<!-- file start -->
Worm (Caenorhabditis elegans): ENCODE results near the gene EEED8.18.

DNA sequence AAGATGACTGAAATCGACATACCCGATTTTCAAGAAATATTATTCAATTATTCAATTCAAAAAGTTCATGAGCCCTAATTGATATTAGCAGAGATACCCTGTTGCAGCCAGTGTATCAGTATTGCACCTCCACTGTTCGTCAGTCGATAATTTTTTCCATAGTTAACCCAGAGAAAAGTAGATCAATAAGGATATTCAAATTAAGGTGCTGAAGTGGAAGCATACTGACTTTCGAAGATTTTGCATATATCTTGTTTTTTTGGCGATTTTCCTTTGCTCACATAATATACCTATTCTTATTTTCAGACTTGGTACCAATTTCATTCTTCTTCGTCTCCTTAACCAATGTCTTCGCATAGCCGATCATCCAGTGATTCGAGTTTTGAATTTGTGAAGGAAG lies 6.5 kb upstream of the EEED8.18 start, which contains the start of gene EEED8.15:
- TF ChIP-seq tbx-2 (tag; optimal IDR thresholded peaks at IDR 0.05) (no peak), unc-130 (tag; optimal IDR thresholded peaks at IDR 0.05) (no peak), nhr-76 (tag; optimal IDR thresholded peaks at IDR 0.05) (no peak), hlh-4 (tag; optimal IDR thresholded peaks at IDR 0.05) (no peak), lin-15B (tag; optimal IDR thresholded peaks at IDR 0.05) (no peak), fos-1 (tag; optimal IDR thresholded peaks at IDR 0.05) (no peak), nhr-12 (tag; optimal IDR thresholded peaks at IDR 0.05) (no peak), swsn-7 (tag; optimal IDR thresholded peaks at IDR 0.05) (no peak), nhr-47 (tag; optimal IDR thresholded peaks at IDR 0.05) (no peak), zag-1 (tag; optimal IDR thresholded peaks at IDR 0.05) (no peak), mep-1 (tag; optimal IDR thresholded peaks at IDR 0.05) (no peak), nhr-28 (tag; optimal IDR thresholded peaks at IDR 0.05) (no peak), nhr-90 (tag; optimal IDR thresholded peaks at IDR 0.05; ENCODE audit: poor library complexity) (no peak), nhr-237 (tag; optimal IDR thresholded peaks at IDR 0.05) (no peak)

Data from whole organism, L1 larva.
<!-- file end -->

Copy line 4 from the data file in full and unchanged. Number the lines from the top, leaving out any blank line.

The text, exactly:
Data from whole organism, L1 larva.